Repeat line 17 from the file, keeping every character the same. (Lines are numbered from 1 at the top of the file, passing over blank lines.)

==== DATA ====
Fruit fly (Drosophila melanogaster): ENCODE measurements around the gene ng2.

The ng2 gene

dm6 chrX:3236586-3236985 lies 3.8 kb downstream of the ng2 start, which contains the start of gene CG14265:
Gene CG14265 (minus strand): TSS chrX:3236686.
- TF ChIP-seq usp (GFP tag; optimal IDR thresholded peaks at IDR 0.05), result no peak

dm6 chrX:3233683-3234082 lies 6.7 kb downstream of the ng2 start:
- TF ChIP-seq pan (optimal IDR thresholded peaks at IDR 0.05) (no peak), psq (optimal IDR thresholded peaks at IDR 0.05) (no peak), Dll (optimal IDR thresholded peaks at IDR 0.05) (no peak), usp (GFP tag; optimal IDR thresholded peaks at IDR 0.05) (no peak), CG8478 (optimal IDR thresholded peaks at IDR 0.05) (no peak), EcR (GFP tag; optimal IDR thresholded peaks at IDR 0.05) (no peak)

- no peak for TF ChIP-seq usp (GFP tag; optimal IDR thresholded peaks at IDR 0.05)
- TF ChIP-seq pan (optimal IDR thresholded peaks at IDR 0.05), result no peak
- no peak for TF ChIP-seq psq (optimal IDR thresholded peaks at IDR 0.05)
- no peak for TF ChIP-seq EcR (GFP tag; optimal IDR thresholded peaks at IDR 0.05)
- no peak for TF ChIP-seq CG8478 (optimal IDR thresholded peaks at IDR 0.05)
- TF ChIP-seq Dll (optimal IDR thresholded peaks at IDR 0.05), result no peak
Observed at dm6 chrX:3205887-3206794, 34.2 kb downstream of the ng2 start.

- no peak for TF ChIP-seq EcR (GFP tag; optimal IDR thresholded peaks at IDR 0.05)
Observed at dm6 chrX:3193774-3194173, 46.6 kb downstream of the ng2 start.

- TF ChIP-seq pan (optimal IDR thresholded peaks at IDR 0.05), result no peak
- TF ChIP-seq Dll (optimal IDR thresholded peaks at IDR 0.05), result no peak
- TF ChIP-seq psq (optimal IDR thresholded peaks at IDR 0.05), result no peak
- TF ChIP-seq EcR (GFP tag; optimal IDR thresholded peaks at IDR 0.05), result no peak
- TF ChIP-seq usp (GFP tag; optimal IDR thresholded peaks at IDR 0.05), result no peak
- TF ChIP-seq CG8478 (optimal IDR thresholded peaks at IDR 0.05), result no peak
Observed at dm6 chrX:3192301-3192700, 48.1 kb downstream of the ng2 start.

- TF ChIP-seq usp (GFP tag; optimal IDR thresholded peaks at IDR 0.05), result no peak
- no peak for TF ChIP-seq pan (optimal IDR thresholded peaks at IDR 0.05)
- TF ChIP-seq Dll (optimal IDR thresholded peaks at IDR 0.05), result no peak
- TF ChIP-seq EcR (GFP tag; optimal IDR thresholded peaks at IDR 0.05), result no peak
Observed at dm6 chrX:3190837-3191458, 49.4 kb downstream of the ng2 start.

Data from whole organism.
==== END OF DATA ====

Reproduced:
- TF ChIP-seq pan (optimal IDR thresholded peaks at IDR 0.05), result no peak